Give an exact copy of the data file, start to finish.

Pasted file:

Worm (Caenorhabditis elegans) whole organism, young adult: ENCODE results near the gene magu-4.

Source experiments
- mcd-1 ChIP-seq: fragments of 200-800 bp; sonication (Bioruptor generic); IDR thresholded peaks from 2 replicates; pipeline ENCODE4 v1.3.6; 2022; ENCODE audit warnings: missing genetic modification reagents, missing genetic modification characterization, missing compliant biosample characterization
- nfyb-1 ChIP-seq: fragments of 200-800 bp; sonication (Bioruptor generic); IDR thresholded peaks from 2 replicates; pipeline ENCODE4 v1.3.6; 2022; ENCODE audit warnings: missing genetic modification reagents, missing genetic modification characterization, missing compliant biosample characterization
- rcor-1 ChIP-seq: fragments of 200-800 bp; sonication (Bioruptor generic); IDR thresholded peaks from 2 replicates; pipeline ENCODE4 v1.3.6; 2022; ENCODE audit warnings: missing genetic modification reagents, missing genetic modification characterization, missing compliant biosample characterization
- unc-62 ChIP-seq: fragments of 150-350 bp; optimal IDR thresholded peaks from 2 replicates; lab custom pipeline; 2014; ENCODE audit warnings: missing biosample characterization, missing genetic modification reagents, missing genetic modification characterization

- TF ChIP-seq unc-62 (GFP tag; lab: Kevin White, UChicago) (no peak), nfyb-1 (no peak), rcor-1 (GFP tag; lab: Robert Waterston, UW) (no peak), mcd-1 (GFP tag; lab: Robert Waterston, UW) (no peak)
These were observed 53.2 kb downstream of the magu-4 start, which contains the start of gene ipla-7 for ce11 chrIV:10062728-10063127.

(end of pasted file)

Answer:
Worm (Caenorhabditis elegans) whole organism, young adult: ENCODE results near the gene magu-4.

Source experiments
- mcd-1 ChIP-seq: fragments of 200-800 bp; sonication (Bioruptor generic); IDR thresholded peaks from 2 replicates; pipeline ENCODE4 v1.3.6; 2022; ENCODE audit warnings: missing genetic modification reagents, missing genetic modification characterization, missing compliant biosample characterization
- nfyb-1 ChIP-seq: fragments of 200-800 bp; sonication (Bioruptor generic); IDR thresholded peaks from 2 replicates; pipeline ENCODE4 v1.3.6; 2022; ENCODE audit warnings: missing genetic modification reagents, missing genetic modification characterization, missing compliant biosample characterization
- rcor-1 ChIP-seq: fragments of 200-800 bp; sonication (Bioruptor generic); IDR thresholded peaks from 2 replicates; pipeline ENCODE4 v1.3.6; 2022; ENCODE audit warnings: missing genetic modification reagents, missing genetic modification characterization, missing compliant biosample characterization
- unc-62 ChIP-seq: fragments of 150-350 bp; optimal IDR thresholded peaks from 2 replicates; lab custom pipeline; 2014; ENCODE audit warnings: missing biosample characterization, missing genetic modification reagents, missing genetic modification characterization

- TF ChIP-seq unc-62 (GFP tag; lab: Kevin White, UChicago) (no peak), nfyb-1 (no peak), rcor-1 (GFP tag; lab: Robert Waterston, UW) (no peak), mcd-1 (GFP tag; lab: Robert Waterston, UW) (no peak)
These were observed 53.2 kb downstream of the magu-4 start, which contains the start of gene ipla-7 for ce11 chrIV:10062728-10063127.